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In 1952, Faulkner noted the exceptional nature of the South when he characterized it as "the only really authentic region in the United States, because a deep indestructible bond still exists between man and his environment." The essays collected in Faulkner and the Ecology of the South explore Faulkner's environmental imagination, seeking what Ann Fisher-Wirth calls the "ecological counter-melody" of his texts. "Ecology" was not a term in common use outside the sciences in Faulkner's time. However, the word "environment" seems to have held deep meaning for Faulkner. Often he repeated his abiding interest in "man in conflict with himself, with his fellow man, or with his time and place, his environment." Eco-criticism has led to a renewed interest among literary scholars for what in this volume Cecelia Tichi calls, "humanness within congeries of habitats and en-vironments." Philip Weinstein draws on Pierre Bourdieu's notion of habitus. Eric Anderson argues that Faulkner's fiction has much to do with ecology in the sense that his work often examines the ways in which human communities interact with the natural world, and François Pitavy sees Faulkner's wilderness as unnatural in the ways it represents reflections of man's longings and frustrations. Throughout these essays, scholars illuminate in fresh ways the precarious ecosystem of Yoknapatawpha County.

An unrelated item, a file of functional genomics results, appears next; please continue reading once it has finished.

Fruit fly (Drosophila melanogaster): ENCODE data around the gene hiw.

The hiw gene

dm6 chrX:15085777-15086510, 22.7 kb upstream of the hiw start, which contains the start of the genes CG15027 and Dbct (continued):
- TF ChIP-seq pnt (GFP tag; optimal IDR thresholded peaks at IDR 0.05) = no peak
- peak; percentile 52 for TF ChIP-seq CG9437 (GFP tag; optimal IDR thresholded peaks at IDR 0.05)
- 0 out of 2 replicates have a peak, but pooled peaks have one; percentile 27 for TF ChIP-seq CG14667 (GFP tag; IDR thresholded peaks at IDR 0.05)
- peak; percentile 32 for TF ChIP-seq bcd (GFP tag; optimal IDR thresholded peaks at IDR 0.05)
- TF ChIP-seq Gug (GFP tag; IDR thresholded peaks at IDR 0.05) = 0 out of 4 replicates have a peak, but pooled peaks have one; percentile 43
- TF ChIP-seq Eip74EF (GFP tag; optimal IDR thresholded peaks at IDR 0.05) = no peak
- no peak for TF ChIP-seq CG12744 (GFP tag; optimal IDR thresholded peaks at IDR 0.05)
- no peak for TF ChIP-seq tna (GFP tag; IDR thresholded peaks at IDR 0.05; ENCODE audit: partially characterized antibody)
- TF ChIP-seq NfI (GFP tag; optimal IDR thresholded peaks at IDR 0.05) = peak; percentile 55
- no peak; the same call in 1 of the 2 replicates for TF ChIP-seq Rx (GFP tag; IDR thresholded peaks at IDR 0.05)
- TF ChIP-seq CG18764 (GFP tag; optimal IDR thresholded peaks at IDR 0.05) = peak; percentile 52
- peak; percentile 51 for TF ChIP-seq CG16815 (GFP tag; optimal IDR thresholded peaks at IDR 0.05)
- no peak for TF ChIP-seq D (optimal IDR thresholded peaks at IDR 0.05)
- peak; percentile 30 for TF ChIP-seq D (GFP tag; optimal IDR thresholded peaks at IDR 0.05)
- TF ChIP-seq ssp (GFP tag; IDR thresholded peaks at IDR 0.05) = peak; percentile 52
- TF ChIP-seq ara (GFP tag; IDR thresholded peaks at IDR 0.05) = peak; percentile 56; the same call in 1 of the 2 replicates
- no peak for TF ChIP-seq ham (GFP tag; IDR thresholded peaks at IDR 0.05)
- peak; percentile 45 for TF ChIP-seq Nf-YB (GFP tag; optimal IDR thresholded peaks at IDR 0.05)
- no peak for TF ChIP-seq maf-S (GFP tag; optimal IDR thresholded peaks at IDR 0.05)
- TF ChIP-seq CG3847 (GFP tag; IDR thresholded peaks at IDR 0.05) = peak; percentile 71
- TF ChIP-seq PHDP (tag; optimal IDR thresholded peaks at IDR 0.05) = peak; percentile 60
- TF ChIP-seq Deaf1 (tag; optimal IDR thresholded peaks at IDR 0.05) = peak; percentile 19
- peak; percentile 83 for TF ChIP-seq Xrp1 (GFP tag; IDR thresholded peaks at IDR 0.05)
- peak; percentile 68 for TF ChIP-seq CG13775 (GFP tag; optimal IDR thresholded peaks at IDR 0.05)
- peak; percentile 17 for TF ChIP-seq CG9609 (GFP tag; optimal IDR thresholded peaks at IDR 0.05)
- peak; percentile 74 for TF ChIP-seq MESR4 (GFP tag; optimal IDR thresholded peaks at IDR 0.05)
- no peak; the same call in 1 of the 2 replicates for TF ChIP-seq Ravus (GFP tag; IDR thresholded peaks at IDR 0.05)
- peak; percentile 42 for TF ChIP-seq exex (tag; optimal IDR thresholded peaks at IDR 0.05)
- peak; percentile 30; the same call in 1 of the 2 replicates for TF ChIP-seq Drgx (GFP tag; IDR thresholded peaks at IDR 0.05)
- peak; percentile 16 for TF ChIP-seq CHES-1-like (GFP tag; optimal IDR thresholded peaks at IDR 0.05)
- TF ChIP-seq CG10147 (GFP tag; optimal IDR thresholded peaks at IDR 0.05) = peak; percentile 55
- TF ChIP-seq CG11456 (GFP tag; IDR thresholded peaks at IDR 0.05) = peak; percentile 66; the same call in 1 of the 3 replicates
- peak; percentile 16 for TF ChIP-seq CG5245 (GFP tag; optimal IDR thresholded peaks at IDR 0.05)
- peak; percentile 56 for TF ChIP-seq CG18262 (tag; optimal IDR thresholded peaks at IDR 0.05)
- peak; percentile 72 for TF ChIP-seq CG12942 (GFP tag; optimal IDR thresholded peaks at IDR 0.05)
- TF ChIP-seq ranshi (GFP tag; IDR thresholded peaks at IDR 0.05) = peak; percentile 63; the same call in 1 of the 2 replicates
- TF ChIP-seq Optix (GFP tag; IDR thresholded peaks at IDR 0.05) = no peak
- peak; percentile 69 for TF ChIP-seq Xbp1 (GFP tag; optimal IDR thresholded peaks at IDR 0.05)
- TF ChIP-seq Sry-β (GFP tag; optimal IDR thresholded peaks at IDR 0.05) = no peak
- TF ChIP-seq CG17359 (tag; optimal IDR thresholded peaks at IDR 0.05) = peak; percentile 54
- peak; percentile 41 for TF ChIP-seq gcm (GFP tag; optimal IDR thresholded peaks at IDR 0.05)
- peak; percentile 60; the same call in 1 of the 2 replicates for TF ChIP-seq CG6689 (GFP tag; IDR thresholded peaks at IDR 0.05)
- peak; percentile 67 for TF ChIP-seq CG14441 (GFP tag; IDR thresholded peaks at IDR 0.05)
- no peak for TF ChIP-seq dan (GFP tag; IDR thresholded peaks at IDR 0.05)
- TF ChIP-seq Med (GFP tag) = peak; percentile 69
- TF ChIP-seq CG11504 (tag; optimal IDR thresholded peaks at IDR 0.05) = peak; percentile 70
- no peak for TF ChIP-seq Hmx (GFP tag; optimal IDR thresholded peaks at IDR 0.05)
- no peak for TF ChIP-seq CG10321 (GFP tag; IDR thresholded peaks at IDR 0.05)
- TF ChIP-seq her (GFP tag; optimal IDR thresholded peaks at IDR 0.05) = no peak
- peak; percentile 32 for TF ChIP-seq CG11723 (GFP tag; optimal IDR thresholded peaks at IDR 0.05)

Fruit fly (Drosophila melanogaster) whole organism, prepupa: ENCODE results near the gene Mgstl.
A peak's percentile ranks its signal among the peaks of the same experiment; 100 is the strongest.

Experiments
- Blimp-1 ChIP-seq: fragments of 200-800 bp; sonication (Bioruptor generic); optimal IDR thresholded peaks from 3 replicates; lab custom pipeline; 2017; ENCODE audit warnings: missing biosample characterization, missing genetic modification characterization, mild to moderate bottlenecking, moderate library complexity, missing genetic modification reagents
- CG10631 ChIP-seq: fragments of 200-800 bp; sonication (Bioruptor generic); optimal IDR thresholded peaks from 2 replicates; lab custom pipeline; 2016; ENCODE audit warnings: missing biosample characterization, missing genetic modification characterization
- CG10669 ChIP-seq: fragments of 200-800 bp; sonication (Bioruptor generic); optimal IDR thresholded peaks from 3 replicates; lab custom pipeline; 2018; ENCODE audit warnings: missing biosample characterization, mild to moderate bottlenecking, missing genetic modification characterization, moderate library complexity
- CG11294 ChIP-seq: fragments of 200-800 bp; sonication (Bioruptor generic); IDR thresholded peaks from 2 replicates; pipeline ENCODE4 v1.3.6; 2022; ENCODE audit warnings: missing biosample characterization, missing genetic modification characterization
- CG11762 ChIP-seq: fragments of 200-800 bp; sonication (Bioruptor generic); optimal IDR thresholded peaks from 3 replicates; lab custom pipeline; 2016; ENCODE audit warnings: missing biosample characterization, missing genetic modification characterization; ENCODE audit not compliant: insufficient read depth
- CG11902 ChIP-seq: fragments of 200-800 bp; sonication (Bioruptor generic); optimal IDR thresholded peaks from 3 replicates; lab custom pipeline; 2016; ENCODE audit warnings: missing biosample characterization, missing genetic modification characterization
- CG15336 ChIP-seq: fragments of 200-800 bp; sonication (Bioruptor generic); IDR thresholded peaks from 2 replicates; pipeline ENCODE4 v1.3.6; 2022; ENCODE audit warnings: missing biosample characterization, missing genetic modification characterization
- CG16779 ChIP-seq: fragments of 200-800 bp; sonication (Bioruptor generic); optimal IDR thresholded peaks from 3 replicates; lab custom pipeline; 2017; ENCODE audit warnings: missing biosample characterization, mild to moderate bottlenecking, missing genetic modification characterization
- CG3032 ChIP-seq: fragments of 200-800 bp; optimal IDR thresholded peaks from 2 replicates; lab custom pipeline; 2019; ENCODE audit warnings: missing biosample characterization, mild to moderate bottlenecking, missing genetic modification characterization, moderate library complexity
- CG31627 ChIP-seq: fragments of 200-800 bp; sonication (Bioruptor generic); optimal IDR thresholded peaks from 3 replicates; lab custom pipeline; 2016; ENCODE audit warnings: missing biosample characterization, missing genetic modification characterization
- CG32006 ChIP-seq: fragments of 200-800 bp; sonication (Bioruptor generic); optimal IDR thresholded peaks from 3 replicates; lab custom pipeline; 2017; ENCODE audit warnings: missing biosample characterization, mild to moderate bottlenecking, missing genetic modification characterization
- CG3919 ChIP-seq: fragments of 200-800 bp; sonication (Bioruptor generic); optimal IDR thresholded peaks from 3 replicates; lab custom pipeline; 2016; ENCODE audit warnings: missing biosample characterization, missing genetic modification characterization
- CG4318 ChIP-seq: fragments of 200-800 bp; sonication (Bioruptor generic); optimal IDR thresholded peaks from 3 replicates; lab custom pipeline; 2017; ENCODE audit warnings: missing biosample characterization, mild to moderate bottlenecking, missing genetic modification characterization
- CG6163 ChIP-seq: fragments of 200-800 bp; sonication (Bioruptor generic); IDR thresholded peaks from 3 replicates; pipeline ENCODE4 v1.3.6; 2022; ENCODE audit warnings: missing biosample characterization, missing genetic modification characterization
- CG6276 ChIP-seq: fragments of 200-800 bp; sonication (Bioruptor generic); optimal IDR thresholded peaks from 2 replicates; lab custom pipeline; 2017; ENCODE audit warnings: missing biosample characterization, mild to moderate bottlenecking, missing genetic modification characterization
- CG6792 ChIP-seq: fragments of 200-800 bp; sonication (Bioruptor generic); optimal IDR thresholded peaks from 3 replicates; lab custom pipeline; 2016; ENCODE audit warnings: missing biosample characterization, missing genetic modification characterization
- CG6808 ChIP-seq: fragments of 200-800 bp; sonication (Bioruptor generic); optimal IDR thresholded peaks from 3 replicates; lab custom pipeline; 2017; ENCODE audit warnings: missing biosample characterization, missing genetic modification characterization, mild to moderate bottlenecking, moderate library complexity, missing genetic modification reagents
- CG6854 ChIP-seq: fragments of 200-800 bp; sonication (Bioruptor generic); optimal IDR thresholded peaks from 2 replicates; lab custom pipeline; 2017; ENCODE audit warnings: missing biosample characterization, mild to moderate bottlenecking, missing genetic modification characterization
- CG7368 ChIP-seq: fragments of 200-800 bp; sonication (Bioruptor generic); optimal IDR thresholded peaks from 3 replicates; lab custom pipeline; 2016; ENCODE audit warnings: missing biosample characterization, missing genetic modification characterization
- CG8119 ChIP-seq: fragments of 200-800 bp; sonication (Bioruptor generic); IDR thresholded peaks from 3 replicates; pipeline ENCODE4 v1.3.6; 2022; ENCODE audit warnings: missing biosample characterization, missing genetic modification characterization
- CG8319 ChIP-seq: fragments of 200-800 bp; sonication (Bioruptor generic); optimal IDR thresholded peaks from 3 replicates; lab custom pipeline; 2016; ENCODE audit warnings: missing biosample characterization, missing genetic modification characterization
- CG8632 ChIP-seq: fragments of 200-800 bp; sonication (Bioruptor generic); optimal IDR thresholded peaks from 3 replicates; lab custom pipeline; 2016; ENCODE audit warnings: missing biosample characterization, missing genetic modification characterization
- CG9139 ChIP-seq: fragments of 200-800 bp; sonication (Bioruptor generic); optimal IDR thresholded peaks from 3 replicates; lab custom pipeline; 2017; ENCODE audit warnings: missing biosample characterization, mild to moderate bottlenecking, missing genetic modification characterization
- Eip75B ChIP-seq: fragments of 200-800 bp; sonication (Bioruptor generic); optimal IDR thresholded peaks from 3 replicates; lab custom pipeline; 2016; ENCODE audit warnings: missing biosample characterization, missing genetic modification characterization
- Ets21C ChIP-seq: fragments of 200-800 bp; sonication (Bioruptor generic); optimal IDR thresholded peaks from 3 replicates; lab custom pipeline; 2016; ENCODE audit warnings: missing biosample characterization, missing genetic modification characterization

Natural Aristocracy

Natural Aristocracy Author Kevin Railey
ISBN-10 9780817357276
Year 2012-06-04
Pages 213
Language en
Publisher University of Alabama Press
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Looks at the relationship between American history and William Faulkner's works, and between southern history and Faulkner's subjectivity. Reprint.

Faulkner on the Color Line

Faulkner on the Color Line Author Theresa M. Towner
ISBN-10 1617030961
Year 2010-12-01
Pages 179
Language en
Publisher Univ. Press of Mississippi